The spectral signatures of vehicles in hyperspectral imagery exhibit temporal variations due to the preponderance of surfaces with material properties that display non-Lambertian bi-directional reflectance distribution functions (BRDFs). These temporal variations are caused by changing illumination conditions, changing sun-target-sensor geometry, changing road surface properties, and changing vehicle orientations. To quantify these variations and determine their relative importance in a sub-pixel vehicle reacquisition and tracking scenario, a hyperspectral vehicle BRDF sampling experiment was conducted in which four vehicles were rotated at different orientations and imaged over a six-hour period. The hyperspectral imagery was calibrated using novel in-scene methods and converted to reflectance imagery. The resulting BRDF sampled time-series imagery showed a strong vehicle level BRDF dependence on vehicle shape in off-nadir imaging scenarios and a strong dependence on vehicle color in simulated nadir imaging scenarios. The imagery also exhibited spectral features characteristic of sampling the BRDF of non-Lambertian targets, which were subsequently verified with simulations. In addition, the imagery demonstrated that the illumination contribution from vehicle adjacent horizontal surfaces significantly altered the shape and magnitude of the vehicle reflectance spectrum. The results of the BRDF sampling experiment illustrate the need for a target vehicle BRDF model and detection scheme that incorporates non-Lambertian BRDFs. A new detection algorithm called Eigenvector Loading Regression (ELR) is proposed that learns a hyperspectral vehicle BRDF from a series of BRDF measurements using regression in a lower dimensional space and then applies the learned BRDF to make test spectrum predictions. In cases of non-Lambertian vehicle BRDF, this detection methodology performs favorably when compared to subspace detections algorithms and graph-based detection algorithms that do not account for the target BRDF. The algorithms are compared using a test environment in which observed spectral reflectance signatures from the BRDF sampling experiment are implanted into aerial hyperspectral imagery that contain large quantities of vehicles.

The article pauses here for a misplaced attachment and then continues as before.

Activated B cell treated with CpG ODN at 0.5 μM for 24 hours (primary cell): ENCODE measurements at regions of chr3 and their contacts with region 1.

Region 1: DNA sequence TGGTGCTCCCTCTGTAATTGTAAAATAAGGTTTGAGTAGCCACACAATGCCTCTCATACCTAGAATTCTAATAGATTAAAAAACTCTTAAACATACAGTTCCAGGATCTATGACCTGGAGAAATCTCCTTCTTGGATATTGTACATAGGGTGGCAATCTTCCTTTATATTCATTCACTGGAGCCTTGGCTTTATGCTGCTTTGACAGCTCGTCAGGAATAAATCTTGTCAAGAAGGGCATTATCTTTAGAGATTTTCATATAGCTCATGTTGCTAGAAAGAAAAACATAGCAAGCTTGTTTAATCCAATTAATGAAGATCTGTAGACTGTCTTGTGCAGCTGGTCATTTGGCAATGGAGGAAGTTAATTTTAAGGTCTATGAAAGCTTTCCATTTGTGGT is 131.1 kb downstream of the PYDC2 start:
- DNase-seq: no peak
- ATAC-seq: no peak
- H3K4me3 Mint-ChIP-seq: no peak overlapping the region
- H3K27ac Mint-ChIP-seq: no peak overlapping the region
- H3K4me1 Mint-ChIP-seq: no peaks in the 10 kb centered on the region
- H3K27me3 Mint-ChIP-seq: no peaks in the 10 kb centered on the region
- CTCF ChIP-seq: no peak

Library of Congress Subject Headings

Motor vehicles--Remote sensing; Multispectral imaging; Reflectance--Measurement; Machine learning

Publication Date


Document Type


Student Type


Degree Name

Imaging Science (MS)

Department, Program, or Center

Chester F. Carlson Center for Imaging Science (COS)


Emmett J. Ientilucci

Advisor/Committee Member

Michael Gartley

Advisor/Committee Member

Charles Bachmann


Physical copy available from RIT's Wallace Library at G70.4 .S84 2016


RIT – Main Campus